In terms of producing work with high creative standards, Carat didn't pull any punches this year. The agency introduced the Communications Framework, which was a consumer-centric approach to media planning, which saw every member of staff trained to provide solutions for the changing media landscape. This new approach gave birth to some compelling case histories for Shelia's Wheels and the Department for Transport, among others.
In the case of Shelia's Wheels, Carat had to convince the insurer to ditch its direct response approach. Carat's idea was to spend half the category norm on TV, and launch Shelia's Wheels as a fashion brand. This risky approach paid dividends and the campaign exceeded targets by more than 58 per cent.
The Think! teen road safety campaign had the tricky task of making road safety an issue relevant to hard-to-reach teens aged between 11 and 16. Carat's idea - which integrated TV, online and cinema - succeeded in encouraging teenagers to create and distribute the message themselves. The campaign scooped Best Total Communications Programme at this year's Campaign Media Awards.
Carat successfully blazed a trail on the new-business front in 2006, as well as putting a forward-thinking, dynamic structure in place. The results of Carat's restructure are plain to see in terms of the work produced and its new-business record.
Mediaedge:cia The agency that came a close second to Carat, a very close second, was Mediaedge:cia. As turnarounds go, it doesn't get much better than this. In 2006, the WPP-owned agency hit a rich vein of form, winning considerable new business and strengthening its reputation for strategic thinking.
This year's wins culminated in its appointment to the £28 million Danone business after a four-month pitch against OMD, Carat and Media Planning Group. Other wins included COI's £25 million anti-smoking brief, Nintendo, Blockbuster, Monster.com, Right Guard, Coca-Cola and The Famous Grouse. The agency also successfully defended the £10 million Wickes account.
Mediaedge:cia's new-business success only tells half the story. It also seems to have raised its game in terms of the work that it is producing for clients; the capture of a number of strategic briefs from COI is evidence of this. At the recent Campaign Media Awards, the agency won the Grand Prix for its work on the Xerox "It makes business sense" campaign.
The agency has benefited from having a strong management team, which hasn't been the case in previous years. Tom George, the agency's newly installed UK chief executive, has steered it through 12 months of solid new-business success. He has also led a progression in the agency's non-traditional services, such as sponsorship and digital, which now account for more than half of its revenues.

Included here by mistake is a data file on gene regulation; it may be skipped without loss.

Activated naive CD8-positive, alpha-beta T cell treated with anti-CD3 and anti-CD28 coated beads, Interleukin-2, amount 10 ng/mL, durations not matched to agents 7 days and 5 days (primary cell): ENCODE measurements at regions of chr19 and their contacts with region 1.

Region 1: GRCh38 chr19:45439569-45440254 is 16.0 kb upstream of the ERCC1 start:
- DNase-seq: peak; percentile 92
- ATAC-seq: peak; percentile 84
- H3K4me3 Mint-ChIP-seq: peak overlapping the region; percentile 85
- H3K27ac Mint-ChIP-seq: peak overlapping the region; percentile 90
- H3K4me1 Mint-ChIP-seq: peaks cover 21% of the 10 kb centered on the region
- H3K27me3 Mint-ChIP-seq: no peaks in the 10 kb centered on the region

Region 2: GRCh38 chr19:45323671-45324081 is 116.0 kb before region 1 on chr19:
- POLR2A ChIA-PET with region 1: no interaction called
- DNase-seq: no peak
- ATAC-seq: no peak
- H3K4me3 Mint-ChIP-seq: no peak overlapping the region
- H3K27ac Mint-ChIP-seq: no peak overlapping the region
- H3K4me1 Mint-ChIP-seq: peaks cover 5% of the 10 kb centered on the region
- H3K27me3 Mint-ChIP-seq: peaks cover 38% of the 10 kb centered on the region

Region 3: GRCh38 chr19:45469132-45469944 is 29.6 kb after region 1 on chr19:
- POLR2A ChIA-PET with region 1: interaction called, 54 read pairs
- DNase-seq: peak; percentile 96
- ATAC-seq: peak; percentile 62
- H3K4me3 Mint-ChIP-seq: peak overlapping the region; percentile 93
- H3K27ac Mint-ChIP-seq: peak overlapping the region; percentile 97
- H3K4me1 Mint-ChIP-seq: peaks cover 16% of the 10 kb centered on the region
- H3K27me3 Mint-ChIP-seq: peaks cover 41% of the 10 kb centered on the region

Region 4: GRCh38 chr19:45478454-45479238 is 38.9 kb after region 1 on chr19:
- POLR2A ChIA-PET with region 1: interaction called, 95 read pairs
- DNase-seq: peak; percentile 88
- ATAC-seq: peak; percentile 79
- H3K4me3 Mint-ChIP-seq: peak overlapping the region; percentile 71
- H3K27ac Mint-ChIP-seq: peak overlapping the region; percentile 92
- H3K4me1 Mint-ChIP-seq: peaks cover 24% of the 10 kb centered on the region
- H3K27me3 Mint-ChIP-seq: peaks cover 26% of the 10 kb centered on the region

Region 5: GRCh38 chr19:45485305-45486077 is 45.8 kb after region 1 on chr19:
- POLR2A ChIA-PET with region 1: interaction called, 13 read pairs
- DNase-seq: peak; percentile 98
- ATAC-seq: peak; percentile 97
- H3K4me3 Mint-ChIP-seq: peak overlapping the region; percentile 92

OMD OMD had a strong year. The combined might of Manning Gottlieb OMD, OMD UK and M2M notched up second place in Campaign's new-business league, with £78 million- worth of wins, including Waitrose, John Lewis and the consolidated Virgin Media account.
Its new structure is showing signs of working, with group operations such as its strategic unit, OMD Ignition, providing good support. There has also been outstanding award-winning work from OMD UK for Vodafone that has been underpinned by a strong buying operation. OMD's year was rounded off when the group chief executive, Nick Manning, stepped down, to be replaced by the OMD UK managing director, Steve Williams.
Recent winners: PHD (2005); MindShare (2004); MindShare (2003); Naked (2002) Starcom Motive (2001)
HIGHLIGHTS OF 2006
- March: Wins £8m Abbey National digital brief.
- May: Wins Adidas/Reebok £13m media business.
- July: The managing director, Neil Jones, implements a root-and-branch restructure.
- August: Carat successfully defends its £40m Asda account following a closed review.
- September: Carat is appointed to handle media duties on Alliance & Leicester's £30m media business.
- October: Carat defends its £45m Dell account following a competitive pitch.
This article was first published on campaignlive.co.uk